Zags, generally known more for skill than toughness, will need to man up when they open the NCAA tournament Thursday against a rugged Big East team.

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PITTSBURGH — Doug Gottlieb, the brash but insightful ESPN analyst, set the tone just a couple of hours after Gonzaga found itself matched against West Virginia in the NCAA tournament.

“The way to beat Gonzaga,” he said, “is to out-tough them.”

If that’s true, does it follow that the worst thing the Zags could be facing tonight is a team from the Big East? A team coached by Bob Huggins, who in his next life might be a prison guard?

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Doesn’t it?

“Basically,” said Gonzaga assistant coach Donnie Daniels, “it’s all perception. We’re battling perception more than anything.”

The perception, as Daniels points out, is that Big East teams are peopled by rugged products of the playground, and you’re spoiling for an alley fight when you play them. On the other hand, the image of Gonzaga tends to be skill over strength.

The numbers aren’t so convincing. In the past five seasons, the Zags have played teams like Connecticut, Syracuse, St. John’s and Marquette. They’ve gone 5-3 against them.

In Gonzaga’s 14-year NCAA-tournament run, GU is 8-7 against the Big East.

“It’s frustrating to see that people think we’re soft all the time,” said Robert Sacre, the Gonzaga center. “We’re not too worried about it; we’ll just have to prove it out on the court.”

There are moments when Gonzaga succumbs to toughness, such as when it surrendered a monster game by Michigan State’s Draymond Green back in December. But Green punishes just about everybody like that, and indeed, when the night was done and the Spartans had won 74-67, Gonzaga had three more rebounds.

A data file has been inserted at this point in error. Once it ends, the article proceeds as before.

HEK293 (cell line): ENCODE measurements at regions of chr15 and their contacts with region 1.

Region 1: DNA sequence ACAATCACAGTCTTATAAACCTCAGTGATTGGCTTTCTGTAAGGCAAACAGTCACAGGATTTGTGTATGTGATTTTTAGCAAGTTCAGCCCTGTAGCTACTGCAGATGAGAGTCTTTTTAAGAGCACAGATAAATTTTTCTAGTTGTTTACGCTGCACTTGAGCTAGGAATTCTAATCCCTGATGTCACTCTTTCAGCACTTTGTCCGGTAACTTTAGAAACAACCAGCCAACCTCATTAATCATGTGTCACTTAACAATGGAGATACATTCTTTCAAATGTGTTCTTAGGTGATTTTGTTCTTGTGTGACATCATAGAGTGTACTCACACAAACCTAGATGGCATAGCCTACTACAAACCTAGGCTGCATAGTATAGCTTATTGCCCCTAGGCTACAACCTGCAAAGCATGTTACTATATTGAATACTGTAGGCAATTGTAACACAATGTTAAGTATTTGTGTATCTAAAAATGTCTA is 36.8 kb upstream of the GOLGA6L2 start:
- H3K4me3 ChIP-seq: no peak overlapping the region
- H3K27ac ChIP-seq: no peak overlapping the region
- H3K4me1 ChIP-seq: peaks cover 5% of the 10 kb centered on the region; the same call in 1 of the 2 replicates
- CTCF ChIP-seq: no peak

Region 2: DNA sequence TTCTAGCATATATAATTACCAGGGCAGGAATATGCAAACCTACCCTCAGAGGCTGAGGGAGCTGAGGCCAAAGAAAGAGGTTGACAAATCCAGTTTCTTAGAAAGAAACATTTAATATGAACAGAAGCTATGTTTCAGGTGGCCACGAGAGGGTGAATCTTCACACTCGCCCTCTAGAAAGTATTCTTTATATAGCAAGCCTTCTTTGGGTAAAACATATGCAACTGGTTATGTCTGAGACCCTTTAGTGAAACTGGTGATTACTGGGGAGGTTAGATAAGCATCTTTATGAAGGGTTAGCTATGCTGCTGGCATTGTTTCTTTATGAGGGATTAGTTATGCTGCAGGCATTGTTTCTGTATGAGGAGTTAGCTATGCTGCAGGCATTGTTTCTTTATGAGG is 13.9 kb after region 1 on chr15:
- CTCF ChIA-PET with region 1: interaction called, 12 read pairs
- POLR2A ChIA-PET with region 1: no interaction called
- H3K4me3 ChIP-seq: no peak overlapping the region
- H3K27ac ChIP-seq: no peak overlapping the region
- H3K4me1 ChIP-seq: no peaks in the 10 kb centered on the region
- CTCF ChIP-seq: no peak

Mike Hart, the walk-on from Portland, heard the Gottlieb comment and rolled his eyes. Hart ripped a rebound away from a Saint Mary’s big man in the WCC final, and Hart tied up Matthew Dellavedova in backcourt to give Gonzaga a chance to send the game to overtime.

“That’s something I’d always heard about Gonzaga when I got here,” he said of the soft label. “When I’ve been here, we want to be the tougher team every night. The 25 games we won, that’s when we were the tougher team. When we lost, we weren’t.”

West Virginia has a healthy 6.8 rebounding margin, while Gonzaga’s is 6.5. Since the number is only 6.9 against West Coast Conference opponents, it’s hard to make the case that GU built up numbers because of a weak league. Gonzaga out-rebounded Notre Dame by eight, Arizona by 14, Xavier by 13.

“You don’t get this far without being tough,” Daniels insists. “I think we’re tough, I think West Virginia is tough. Either you have to win four games in four days (in a league tournament), or do a great body of work.”

That work was good enough to win both teams at-large berths. West Virginia was a bit of a question mark down the stretch, but was carried along by a tide that washed nine Big East teams into the tournament.

“I think it’s more about us,” said Mountaineers senior guard Darryl “Truck” Bryant. “We came here to win … and it just happens Gonzaga is our first opponent.”

Deniz Kilicli, the 6-foot-9 Turkish import, took a dim view of the notion that Gonzaga can hang with West Virginia in the big-boy metrics.

“I think they’re very physical in their conference, but we play Big East,” Kilicli said. “Kevin (Jones) and I, play guys like Sacre and (Elias) Harris 16, 17 times … we’ll see what’s going to happen. I think we’re going to beat them on the physical end.”

The 6-8 Jones is the nation’s No. 1 offensive rebounder. As Gonzaga coach Mark Few puts it, “Better box somebody out. When the shot goes up, they’re coming.”

Not without a fight, Sacre vows.

“We’re ready for West Virginia,” he said. “Let’s get this game started.”

Notes

• West Virginia has made it to the Sweet 16 five times in its last seven NCAA appearances, dating to 1998. That’s the same number of Gonzaga’s Sweet 16 appearances back to 1999.

• Huggins is the 20th Division I head coach to win 700 games.

• The only two players in West Virginia history to score 1,700 points and record 1,000 rebounds: Jones and Jerry West.

Bud Withers: 206-464-8281 or bwithers@seattletimes.com